Apparently the law enforcement agents came with the purposes of arresting them on charges of conspiracy to impede federal officials from discharging their duties.   It was smart planning to arrest them outside, rather than at the refuge where they could barricade and shoot it out.

Oregon's Gov. Kate Brown had said she was "fed up with" the occupation;  and she had been calling on the federal government enforce the law and end the occupation.   An FBI spokesman said that all the men had cooperated except the two who were shot.  It has not been revealed who fired first;  but Finicum had previously told NBC News that he would rather be killed than arrested.  "I have no intention of spending any of my days in a concrete box [jail]."


Most disgusting political ad of this season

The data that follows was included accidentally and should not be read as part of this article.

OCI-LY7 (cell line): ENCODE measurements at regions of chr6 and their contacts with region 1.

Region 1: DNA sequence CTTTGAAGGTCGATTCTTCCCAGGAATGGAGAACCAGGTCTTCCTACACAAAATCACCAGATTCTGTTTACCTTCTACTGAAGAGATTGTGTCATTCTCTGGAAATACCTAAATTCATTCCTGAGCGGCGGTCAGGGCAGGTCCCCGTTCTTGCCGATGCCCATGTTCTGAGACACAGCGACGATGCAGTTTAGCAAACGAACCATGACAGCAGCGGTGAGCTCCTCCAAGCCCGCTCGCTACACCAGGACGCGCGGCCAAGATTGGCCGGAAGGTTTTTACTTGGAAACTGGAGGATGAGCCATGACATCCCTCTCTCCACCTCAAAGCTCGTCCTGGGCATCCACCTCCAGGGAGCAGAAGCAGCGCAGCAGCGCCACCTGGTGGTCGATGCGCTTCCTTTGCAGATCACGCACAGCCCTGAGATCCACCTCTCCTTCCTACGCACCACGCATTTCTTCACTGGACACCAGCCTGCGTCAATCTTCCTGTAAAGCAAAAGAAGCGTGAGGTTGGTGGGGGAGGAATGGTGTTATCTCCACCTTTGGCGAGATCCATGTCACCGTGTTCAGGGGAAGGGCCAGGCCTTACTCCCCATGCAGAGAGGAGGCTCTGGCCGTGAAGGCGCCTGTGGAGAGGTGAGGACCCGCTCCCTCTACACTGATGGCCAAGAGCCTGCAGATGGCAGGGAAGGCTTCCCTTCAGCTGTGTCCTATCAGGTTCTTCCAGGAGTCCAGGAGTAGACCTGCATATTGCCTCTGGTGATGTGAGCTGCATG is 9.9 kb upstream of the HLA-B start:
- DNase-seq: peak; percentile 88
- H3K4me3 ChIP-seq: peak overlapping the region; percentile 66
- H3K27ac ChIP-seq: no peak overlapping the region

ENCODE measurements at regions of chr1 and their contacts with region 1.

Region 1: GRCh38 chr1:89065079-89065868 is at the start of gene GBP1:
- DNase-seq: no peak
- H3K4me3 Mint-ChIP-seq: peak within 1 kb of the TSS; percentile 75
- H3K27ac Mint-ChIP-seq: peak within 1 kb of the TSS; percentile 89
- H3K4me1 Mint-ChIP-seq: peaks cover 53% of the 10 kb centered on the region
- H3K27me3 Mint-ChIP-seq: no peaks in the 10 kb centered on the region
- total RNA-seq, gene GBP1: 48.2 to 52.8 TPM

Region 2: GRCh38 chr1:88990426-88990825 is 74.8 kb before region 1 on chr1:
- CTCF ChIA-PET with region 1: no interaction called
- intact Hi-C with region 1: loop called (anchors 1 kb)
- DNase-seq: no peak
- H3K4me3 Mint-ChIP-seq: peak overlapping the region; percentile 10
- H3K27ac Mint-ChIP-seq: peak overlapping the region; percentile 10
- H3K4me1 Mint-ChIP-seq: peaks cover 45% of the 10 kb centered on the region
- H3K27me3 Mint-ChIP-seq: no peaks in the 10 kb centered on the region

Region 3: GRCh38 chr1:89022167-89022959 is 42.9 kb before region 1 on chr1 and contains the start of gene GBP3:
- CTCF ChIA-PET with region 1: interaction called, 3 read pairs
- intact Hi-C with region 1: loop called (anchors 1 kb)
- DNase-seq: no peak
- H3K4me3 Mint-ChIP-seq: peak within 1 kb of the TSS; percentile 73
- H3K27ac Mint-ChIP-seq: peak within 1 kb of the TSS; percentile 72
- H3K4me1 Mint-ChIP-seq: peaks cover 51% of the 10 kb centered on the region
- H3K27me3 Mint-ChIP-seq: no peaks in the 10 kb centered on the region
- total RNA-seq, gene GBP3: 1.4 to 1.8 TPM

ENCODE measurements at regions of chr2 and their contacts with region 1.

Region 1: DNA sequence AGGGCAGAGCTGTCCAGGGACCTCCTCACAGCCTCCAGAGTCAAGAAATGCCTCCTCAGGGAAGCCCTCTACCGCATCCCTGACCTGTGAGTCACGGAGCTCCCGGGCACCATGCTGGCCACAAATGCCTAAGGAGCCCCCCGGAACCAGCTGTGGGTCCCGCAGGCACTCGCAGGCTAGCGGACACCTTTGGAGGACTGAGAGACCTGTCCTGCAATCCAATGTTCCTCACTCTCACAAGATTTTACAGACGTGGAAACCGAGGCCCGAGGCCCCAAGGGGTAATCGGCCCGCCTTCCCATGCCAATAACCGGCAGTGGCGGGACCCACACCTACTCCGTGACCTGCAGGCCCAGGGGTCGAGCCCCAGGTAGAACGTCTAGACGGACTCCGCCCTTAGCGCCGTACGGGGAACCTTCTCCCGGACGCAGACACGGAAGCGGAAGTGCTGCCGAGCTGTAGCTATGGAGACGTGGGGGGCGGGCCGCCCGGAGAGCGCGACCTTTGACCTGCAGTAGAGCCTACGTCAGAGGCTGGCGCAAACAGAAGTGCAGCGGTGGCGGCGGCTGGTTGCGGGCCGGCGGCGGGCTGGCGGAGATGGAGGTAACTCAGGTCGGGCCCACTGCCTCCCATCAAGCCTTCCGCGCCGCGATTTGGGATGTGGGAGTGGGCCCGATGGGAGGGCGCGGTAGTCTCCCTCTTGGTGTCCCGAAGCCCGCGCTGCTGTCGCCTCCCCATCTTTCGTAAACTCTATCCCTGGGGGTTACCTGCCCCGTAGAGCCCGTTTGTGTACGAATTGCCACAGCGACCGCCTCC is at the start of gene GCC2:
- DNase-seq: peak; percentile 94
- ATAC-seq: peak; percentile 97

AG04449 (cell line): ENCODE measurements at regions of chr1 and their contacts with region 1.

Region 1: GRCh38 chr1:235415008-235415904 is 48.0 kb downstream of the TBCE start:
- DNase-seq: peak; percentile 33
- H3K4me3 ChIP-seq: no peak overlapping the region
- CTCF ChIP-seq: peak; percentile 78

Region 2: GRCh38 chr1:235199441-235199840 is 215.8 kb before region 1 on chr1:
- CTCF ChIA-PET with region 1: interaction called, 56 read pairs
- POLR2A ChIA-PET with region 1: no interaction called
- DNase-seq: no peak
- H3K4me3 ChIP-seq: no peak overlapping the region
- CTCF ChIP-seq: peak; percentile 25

What's your guess as to which presidential campaign would put out the most disgusting ad?    Right now that dubious distinction belongs to Right to Rise, Jeb Bush's SuperPac.

There are two images that struck me as really awful to put in a political ad.    One shows a pious looking Jeb Bush, cloaked in what could be a church robe, hands folded and eyes downcast as if in prayer.   The voice over says "He is a man of deep faith," as the image changes to a Christian crossProminently displayed right next to the cross, is someone holding a   Jeb!   political sign.

You want pious? . . .  ok.   But then to stick your political sign right next to the cross?    We're supposed to associate Jeb! with the crucified Jesus and . . . vote for him?

The other is much worse, and it follows as the very next image after the cross/Jeb! image.   The  voice-over says "he has fought time and again to protect the right to life," and the image is the much publicized photo of the brain-dead Terri Shiavo.   This is the young woman tragically left in a vegetative state following a cardiac arrest.   Then Gov. Jeb Bush fought her husband all the way to the Supreme Court -- and even beyond to the U.S. Congress to pass a special law -- to take control and artificially prolong her life. 

Yesterday, the Tampa Bay Times published the husband's response to this ad, which is currently running in South Carolina: